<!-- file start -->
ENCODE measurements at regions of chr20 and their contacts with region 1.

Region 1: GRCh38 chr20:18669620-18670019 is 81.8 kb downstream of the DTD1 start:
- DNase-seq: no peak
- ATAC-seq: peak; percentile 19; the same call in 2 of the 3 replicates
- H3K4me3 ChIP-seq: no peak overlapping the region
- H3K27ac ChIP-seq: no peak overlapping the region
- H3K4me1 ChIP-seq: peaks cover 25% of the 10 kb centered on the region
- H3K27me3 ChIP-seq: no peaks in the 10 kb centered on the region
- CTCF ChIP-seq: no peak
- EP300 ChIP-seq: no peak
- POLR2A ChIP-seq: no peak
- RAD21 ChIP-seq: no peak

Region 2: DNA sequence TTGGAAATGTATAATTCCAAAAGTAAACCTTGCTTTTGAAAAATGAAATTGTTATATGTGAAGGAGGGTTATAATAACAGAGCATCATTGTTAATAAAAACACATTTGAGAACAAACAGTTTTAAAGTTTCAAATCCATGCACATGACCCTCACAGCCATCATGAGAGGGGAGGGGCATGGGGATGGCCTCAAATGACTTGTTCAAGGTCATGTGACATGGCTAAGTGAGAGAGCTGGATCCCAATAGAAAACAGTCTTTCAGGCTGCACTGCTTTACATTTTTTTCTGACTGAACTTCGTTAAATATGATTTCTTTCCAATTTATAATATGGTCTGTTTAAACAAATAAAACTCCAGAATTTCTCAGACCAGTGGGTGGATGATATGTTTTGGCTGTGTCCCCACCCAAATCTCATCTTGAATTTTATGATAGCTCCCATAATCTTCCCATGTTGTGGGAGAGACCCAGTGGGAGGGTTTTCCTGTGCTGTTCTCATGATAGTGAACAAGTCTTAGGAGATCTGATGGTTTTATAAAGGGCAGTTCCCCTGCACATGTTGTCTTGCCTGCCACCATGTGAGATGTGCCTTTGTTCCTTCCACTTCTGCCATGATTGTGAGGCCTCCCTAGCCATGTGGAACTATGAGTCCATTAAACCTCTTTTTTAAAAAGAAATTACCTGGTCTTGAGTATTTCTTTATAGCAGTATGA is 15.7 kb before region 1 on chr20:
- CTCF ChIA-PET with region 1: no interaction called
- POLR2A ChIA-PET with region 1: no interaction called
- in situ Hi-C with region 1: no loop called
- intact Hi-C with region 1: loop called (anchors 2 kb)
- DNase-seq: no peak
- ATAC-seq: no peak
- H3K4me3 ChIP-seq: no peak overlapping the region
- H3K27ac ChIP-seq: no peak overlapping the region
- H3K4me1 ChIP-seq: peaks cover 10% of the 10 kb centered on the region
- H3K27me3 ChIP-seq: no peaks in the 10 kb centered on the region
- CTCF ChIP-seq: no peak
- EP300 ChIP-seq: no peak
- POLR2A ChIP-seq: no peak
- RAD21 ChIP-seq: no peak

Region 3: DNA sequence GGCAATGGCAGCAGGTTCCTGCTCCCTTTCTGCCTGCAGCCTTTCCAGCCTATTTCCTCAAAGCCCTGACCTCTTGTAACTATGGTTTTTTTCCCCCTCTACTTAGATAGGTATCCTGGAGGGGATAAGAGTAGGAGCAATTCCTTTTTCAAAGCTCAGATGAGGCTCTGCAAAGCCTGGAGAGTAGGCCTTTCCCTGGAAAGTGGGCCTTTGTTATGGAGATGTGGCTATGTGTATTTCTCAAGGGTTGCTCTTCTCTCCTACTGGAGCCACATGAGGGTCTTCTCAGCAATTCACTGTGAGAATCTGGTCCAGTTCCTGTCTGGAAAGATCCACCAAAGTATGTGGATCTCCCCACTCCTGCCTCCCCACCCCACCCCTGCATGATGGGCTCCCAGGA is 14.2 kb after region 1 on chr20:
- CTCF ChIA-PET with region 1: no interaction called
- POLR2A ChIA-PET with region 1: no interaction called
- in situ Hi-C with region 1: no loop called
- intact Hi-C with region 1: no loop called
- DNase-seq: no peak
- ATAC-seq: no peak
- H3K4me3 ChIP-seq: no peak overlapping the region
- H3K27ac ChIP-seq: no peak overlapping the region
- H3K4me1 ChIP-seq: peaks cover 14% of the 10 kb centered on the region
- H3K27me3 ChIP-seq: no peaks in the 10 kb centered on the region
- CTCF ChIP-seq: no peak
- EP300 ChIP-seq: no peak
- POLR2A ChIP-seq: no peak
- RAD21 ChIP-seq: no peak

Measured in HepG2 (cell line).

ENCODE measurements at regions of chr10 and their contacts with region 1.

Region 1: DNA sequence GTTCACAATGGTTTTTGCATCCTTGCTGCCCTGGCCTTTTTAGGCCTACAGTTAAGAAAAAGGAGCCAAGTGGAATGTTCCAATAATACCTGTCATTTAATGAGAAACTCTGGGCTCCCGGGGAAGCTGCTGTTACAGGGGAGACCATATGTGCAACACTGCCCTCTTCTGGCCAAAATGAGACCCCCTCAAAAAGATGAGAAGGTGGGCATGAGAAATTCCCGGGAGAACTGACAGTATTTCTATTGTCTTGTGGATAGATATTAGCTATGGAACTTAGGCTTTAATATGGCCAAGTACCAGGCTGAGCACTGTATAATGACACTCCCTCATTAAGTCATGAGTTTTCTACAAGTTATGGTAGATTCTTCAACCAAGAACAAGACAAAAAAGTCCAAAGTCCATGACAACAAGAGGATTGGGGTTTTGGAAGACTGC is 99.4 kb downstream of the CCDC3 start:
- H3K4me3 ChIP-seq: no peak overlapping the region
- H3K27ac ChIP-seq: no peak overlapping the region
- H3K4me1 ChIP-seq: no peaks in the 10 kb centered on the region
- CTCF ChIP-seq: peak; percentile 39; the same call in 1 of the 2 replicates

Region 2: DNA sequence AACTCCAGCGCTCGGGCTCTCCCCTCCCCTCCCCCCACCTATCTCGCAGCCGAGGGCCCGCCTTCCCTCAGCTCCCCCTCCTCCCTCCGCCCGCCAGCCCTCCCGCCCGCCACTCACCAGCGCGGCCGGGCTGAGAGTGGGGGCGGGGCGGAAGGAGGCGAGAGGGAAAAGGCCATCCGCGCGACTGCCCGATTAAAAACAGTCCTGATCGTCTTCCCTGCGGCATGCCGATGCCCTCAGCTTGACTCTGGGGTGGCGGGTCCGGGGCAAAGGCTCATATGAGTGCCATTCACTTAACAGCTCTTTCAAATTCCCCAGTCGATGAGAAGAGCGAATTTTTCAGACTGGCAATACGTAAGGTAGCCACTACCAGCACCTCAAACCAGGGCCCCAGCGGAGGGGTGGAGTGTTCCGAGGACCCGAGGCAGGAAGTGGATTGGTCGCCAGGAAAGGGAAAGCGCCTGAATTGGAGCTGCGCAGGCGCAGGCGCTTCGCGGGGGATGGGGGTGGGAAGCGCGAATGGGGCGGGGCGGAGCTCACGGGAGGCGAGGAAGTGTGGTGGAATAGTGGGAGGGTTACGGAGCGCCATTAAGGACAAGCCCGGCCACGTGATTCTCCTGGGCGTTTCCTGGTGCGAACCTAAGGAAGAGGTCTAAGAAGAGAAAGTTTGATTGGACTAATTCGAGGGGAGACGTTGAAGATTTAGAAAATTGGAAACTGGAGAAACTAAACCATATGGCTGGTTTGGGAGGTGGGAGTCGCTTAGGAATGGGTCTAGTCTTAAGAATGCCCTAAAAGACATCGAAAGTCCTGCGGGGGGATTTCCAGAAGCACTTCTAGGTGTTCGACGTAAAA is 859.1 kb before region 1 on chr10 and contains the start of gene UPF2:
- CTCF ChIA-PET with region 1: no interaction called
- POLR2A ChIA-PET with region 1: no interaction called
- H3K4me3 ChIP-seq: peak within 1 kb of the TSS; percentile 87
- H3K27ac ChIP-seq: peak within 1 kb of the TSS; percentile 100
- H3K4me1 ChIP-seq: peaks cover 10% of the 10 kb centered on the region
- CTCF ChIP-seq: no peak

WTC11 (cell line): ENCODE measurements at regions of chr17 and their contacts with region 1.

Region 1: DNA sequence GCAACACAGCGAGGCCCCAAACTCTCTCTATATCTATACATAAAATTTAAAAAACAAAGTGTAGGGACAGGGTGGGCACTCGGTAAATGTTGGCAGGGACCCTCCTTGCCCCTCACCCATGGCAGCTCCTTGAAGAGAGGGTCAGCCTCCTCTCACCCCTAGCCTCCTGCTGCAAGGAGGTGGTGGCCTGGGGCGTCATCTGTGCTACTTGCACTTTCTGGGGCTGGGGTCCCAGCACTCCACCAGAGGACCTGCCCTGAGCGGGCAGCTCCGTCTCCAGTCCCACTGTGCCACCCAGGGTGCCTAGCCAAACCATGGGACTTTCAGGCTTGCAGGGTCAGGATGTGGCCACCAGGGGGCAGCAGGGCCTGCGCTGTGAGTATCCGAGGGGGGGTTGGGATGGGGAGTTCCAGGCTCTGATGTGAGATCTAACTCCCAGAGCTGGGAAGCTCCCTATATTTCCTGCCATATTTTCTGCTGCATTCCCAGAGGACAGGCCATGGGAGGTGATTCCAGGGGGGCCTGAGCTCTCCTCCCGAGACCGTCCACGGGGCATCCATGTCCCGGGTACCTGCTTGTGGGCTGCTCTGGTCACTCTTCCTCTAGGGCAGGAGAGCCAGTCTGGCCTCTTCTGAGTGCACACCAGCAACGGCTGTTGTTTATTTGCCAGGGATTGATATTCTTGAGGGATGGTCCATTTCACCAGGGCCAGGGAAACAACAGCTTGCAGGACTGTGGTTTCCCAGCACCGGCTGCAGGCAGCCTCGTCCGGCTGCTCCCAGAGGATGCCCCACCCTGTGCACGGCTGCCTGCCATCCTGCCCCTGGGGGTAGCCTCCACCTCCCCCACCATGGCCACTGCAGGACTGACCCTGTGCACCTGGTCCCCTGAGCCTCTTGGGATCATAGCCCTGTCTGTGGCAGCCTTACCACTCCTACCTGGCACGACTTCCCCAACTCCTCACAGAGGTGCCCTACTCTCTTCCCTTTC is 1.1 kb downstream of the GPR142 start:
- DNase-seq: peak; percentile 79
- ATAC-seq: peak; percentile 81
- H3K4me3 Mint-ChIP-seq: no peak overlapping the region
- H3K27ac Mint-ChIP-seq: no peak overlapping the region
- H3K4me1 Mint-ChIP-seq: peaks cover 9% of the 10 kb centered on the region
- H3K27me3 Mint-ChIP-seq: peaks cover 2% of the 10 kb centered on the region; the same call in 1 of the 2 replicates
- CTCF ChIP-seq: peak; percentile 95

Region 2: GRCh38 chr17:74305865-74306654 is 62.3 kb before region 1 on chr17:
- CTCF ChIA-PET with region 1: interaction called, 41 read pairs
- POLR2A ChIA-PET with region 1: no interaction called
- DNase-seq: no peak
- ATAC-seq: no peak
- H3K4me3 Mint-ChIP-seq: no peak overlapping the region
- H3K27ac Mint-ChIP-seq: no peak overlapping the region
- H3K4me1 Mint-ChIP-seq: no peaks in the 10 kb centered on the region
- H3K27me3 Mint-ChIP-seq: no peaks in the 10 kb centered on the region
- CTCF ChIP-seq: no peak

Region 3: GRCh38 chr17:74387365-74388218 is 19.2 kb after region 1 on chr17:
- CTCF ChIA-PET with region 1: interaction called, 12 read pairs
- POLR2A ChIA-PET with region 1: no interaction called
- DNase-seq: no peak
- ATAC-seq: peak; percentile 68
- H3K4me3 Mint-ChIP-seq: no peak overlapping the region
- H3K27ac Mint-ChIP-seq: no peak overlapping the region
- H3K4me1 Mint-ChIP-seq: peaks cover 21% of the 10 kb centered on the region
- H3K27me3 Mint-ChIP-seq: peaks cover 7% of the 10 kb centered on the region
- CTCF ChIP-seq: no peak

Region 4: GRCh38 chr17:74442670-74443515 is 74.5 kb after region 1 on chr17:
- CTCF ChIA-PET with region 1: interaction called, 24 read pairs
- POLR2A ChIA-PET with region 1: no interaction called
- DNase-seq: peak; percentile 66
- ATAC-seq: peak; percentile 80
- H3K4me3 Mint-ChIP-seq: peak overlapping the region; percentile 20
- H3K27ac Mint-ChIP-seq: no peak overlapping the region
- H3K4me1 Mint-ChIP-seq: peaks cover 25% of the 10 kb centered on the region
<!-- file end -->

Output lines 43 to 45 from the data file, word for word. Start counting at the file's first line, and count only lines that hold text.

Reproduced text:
Measured in HepG2 (cell line).

ENCODE measurements at regions of chr10 and their contacts with region 1.

Region 1: DNA sequence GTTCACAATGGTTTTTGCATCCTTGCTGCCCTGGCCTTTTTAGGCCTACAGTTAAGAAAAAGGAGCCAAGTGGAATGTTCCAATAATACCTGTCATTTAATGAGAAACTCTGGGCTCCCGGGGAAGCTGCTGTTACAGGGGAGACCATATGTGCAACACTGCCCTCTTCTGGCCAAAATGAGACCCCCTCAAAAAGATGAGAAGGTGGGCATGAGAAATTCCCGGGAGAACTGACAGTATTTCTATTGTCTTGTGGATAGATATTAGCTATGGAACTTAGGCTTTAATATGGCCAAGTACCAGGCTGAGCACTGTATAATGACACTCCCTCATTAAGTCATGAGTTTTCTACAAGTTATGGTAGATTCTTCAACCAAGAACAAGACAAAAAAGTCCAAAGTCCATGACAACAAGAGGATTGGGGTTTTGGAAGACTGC is 99.4 kb downstream of the CCDC3 start: